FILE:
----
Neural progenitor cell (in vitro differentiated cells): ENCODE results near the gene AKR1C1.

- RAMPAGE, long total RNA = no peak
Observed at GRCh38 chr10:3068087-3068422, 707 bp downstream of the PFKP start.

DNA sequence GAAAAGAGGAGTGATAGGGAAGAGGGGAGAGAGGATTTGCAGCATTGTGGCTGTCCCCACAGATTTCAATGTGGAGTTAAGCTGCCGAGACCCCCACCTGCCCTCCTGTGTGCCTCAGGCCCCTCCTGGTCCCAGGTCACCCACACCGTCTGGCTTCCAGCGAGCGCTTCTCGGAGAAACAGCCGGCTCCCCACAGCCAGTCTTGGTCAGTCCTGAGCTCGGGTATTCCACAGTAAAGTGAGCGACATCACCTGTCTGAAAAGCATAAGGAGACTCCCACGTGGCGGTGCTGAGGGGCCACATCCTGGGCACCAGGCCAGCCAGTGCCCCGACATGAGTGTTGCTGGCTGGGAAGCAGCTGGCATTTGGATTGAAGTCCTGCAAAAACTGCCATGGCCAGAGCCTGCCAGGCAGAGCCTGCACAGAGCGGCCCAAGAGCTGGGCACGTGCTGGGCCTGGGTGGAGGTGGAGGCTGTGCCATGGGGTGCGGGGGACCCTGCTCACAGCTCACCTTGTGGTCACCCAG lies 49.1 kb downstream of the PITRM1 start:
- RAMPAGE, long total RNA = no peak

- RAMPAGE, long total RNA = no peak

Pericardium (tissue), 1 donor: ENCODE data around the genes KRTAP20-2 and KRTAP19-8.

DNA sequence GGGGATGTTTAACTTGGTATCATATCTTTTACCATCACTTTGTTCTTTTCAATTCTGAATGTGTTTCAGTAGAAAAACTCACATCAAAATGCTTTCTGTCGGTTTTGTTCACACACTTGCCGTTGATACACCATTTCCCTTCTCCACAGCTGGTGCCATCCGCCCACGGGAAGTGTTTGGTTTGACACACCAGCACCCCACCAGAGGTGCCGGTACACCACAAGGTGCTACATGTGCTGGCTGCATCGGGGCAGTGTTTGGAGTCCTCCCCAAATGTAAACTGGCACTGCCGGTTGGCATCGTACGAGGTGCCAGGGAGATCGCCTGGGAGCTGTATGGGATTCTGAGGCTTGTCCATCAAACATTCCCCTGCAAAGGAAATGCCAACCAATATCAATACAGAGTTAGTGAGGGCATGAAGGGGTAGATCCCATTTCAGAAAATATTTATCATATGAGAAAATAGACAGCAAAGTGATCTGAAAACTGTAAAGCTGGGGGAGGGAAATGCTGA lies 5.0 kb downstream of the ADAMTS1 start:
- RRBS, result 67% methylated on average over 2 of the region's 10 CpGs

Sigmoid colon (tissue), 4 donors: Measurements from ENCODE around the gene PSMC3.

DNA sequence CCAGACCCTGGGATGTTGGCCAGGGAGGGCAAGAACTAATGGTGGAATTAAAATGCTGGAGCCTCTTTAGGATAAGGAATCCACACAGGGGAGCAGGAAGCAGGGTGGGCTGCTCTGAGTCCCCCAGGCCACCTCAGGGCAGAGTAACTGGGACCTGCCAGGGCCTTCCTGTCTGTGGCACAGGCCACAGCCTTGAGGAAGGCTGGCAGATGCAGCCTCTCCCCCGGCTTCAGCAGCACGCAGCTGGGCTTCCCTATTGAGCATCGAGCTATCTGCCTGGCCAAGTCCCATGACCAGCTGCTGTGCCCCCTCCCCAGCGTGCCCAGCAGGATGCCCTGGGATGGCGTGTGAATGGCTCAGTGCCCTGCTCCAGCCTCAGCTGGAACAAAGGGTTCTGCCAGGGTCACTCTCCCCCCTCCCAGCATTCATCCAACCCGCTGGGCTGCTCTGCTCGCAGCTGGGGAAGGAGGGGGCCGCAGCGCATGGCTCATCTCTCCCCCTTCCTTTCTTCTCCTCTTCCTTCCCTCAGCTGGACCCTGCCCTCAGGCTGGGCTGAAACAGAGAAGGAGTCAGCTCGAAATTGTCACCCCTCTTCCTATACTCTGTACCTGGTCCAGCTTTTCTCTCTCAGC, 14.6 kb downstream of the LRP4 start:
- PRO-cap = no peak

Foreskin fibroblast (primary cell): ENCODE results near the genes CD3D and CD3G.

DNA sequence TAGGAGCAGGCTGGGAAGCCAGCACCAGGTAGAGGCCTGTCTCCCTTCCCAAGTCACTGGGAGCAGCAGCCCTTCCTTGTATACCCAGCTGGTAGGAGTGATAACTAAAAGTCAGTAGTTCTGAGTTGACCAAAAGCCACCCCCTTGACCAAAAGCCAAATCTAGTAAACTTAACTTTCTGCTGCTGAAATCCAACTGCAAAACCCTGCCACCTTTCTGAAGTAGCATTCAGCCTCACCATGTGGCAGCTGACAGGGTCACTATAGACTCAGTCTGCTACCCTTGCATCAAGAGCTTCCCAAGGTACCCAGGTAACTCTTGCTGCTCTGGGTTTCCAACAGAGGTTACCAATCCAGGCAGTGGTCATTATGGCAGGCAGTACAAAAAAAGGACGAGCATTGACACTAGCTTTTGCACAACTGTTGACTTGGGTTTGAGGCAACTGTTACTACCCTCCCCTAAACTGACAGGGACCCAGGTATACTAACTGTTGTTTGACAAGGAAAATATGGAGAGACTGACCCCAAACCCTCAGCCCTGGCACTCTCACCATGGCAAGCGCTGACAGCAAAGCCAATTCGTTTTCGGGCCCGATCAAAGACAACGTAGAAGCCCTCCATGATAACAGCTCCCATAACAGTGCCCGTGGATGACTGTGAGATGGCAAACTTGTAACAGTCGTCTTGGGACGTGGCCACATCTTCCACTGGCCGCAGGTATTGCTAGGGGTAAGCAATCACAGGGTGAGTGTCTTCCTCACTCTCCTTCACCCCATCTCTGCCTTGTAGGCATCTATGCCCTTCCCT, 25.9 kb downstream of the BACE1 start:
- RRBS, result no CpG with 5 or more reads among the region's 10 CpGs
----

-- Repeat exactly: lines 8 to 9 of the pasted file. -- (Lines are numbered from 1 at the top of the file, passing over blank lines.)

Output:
DNA sequence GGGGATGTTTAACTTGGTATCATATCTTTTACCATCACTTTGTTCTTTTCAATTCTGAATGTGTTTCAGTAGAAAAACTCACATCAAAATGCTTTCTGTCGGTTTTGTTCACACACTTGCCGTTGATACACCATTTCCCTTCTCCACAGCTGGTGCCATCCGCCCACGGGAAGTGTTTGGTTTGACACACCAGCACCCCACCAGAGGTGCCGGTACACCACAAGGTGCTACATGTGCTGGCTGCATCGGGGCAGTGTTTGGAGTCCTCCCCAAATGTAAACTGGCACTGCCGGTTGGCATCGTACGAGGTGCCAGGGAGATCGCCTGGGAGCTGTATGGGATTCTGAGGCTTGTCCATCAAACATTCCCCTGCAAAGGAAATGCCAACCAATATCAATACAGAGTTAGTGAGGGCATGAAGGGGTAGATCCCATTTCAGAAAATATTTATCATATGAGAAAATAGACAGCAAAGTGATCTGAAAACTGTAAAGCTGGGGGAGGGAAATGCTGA lies 5.0 kb downstream of the ADAMTS1 start:
- RRBS, result 67% methylated on average over 2 of the region's 10 CpGs